Middle East
Israel may build nuclear plant
Southern Negev desert mentioned by minister as location for proposed power station.
Last Modified: 04 Aug 2007 12:57 GMT
The Negev desert is also used for large-scale military exercises by the Israeli army [EPA]
Israel is planning to build a nuclear power station in the southern Negev desert, Binyamin Ben-Eliezer, the infrastructure minister, has said.
Army radio quoted Ben-Eliezer as saying that "the Israeli government will make a historical decision concerning the creation of a nuclear power station ... in the Negev".
The ministry of infrastructure was unavailable for comment on the report.
Army radio has also said that the plan to build a nuclear power plant was supported by Ehud Olmert, the prime minister, and would be considered by the government in a few months.
A spokesman from Olmert's office has declined to comment.

In the report, Ben-Eliezer said that the decision to build a nuclear-power station had stemmed from concerns about depleting natural energy resources worldwide and the environmental damage caused by using coal.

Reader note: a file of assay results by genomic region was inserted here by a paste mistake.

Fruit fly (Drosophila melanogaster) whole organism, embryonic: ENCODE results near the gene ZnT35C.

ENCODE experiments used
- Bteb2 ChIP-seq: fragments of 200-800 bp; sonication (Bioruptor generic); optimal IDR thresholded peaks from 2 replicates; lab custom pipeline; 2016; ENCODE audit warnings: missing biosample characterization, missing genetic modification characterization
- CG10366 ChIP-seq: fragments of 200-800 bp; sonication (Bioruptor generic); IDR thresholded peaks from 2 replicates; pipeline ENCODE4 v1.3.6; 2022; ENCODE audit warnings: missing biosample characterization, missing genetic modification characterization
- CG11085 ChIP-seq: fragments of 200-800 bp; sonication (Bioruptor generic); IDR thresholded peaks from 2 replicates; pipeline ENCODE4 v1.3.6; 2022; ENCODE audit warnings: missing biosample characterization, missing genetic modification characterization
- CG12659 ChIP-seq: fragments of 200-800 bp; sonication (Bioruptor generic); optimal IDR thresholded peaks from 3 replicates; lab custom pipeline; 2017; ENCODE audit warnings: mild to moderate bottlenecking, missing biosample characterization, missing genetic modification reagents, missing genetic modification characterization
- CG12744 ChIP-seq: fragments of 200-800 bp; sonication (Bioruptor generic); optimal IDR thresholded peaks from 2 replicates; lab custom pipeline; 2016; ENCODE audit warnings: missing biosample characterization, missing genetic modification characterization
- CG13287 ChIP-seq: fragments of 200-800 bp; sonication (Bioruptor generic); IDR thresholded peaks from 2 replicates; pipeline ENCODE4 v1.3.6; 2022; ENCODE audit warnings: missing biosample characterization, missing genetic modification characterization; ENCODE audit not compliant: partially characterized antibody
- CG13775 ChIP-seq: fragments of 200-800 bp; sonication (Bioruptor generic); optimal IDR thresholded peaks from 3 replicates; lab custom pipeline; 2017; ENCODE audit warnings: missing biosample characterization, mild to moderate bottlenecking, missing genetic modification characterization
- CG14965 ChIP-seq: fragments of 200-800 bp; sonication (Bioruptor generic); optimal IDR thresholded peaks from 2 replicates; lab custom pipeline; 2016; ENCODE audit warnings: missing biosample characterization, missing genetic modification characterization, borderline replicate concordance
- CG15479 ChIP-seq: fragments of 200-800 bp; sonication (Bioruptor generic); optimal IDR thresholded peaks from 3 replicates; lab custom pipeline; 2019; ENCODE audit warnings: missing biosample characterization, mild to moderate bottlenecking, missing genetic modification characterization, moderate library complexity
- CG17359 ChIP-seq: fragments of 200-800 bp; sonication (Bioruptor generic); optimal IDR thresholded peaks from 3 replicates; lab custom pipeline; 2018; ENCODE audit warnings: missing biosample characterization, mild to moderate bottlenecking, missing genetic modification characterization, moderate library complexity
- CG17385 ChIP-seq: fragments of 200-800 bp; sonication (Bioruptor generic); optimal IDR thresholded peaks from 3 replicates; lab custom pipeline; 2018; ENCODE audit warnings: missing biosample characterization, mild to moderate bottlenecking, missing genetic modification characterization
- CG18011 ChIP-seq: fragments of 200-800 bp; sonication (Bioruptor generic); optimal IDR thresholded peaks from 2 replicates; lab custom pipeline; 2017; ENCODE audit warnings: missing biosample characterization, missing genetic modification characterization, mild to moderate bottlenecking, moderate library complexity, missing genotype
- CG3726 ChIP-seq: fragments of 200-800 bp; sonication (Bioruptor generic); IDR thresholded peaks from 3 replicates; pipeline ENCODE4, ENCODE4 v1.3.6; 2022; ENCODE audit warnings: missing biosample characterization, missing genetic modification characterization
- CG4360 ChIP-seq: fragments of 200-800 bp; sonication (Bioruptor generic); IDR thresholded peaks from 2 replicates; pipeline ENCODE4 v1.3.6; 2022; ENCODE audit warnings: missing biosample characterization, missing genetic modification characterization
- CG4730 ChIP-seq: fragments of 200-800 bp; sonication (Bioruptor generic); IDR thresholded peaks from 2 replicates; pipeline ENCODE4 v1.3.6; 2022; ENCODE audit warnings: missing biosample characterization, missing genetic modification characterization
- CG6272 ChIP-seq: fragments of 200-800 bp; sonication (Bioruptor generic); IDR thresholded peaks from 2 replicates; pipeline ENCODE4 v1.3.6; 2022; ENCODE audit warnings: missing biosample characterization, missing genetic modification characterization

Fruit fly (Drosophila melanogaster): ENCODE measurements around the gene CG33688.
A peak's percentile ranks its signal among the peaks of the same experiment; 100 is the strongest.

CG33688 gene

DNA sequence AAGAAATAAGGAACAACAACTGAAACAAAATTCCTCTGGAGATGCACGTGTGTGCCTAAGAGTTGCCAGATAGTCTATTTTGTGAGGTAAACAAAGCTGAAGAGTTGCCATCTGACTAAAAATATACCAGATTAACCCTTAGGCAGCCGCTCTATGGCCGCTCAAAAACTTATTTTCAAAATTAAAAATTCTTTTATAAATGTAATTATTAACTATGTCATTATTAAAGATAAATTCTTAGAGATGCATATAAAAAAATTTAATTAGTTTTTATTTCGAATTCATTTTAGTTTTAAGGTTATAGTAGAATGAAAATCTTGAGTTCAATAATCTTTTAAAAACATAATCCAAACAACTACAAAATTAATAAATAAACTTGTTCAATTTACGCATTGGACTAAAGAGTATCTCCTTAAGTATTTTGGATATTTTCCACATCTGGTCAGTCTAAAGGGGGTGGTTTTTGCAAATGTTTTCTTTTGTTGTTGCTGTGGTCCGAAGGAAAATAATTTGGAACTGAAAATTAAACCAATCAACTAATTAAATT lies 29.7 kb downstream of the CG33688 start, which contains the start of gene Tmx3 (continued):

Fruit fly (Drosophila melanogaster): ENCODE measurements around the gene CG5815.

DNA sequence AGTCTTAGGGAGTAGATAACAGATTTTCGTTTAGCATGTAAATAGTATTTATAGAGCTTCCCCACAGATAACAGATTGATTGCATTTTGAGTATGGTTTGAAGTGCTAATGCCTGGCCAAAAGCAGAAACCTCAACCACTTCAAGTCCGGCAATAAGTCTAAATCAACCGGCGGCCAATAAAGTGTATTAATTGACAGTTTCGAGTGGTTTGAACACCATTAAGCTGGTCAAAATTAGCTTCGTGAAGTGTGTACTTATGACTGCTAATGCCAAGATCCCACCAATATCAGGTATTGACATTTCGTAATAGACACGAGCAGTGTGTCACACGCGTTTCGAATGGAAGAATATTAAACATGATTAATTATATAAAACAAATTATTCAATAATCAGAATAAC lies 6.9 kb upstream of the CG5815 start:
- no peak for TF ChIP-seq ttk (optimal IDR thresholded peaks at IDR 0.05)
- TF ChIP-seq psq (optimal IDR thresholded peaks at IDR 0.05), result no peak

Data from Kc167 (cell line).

Israel has declined to confirm or deny having nuclear weapons as part of a "strategic ambiguity" policy that it says fends off numerically superior enemies.

It is widely believed to be the sole nuclear power in the Middle East.

Last month, an Israeli court sentenced Mordechai Vanunu, a nuclear whisteblower, to a six-month jail term, for violating a ban on speaking to foreigners.

In 2004, Vanunu completed an 18-year prison term for leaking nuclear secrets to Britain's Sunday Times newspaper about his work as a technician at the Dimona reactor.
Topics in this article
Featured on Al Jazeera
Your chance to be an investigative journalist in Al Jazeera’s new interactive game.
An innovative rehabilitation programme offers Danish fighters in Syria an escape route and help without prosecution.
Street tension between radical Muslims and Holland's hard right rises, as Islamic State anxiety grows.
Take an immersive look at the challenges facing the war-torn country as US troops begin their withdrawal.
Indonesia's cassava plantations are being killed by mealybugs, and thousands of wasps have been released to stop them.
Violence in Ain al-Arab has prompted many Kurdish Syrians to flee to Turkey, but others are returning to battle ISIL.
Unelected representatives quietly iron out logistics of massive TPP and TTIP deals among US, Europe, and Asia-Pacific.
Led by students concerned for their future with 'nothing to lose', it remains to be seen who will blink first.
Taipei has sided with Hong Kong's pro-democracy protesters as relations with Beijing continue downward spiral.